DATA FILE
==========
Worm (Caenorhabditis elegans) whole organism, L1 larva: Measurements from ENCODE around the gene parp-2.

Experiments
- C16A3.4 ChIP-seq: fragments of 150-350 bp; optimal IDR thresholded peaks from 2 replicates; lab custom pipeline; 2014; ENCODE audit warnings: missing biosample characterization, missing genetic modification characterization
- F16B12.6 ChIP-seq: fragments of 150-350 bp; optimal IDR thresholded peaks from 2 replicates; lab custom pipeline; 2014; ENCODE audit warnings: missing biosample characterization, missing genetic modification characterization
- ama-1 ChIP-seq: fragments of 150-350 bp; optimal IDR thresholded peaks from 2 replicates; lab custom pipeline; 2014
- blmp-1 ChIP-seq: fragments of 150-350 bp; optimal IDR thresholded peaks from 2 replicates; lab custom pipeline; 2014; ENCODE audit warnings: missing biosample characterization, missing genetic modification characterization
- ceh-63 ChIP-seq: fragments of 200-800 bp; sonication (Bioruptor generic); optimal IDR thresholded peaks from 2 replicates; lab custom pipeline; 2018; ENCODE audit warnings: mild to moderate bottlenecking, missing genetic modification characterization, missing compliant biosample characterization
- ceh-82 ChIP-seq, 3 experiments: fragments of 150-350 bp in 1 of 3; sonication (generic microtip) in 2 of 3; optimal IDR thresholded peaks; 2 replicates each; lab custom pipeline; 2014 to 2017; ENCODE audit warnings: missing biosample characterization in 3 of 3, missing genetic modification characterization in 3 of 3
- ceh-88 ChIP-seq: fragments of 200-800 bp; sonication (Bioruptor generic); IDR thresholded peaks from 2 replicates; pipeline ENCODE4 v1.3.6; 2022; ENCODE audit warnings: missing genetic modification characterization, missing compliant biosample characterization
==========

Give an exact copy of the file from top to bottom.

Worm (Caenorhabditis elegans) whole organism, L1 larva: Measurements from ENCODE around the gene parp-2.

Experiments
- C16A3.4 ChIP-seq: fragments of 150-350 bp; optimal IDR thresholded peaks from 2 replicates; lab custom pipeline; 2014; ENCODE audit warnings: missing biosample characterization, missing genetic modification characterization
- F16B12.6 ChIP-seq: fragments of 150-350 bp; optimal IDR thresholded peaks from 2 replicates; lab custom pipeline; 2014; ENCODE audit warnings: missing biosample characterization, missing genetic modification characterization
- ama-1 ChIP-seq: fragments of 150-350 bp; optimal IDR thresholded peaks from 2 replicates; lab custom pipeline; 2014
- blmp-1 ChIP-seq: fragments of 150-350 bp; optimal IDR thresholded peaks from 2 replicates; lab custom pipeline; 2014; ENCODE audit warnings: missing biosample characterization, missing genetic modification characterization
- ceh-63 ChIP-seq: fragments of 200-800 bp; sonication (Bioruptor generic); optimal IDR thresholded peaks from 2 replicates; lab custom pipeline; 2018; ENCODE audit warnings: mild to moderate bottlenecking, missing genetic modification characterization, missing compliant biosample characterization
- ceh-82 ChIP-seq, 3 experiments: fragments of 150-350 bp in 1 of 3; sonication (generic microtip) in 2 of 3; optimal IDR thresholded peaks; 2 replicates each; lab custom pipeline; 2014 to 2017; ENCODE audit warnings: missing biosample characterization in 3 of 3, missing genetic modification characterization in 3 of 3
- ceh-88 ChIP-seq: fragments of 200-800 bp; sonication (Bioruptor generic); IDR thresholded peaks from 2 replicates; pipeline ENCODE4 v1.3.6; 2022; ENCODE audit warnings: missing genetic modification characterization, missing compliant biosample characterization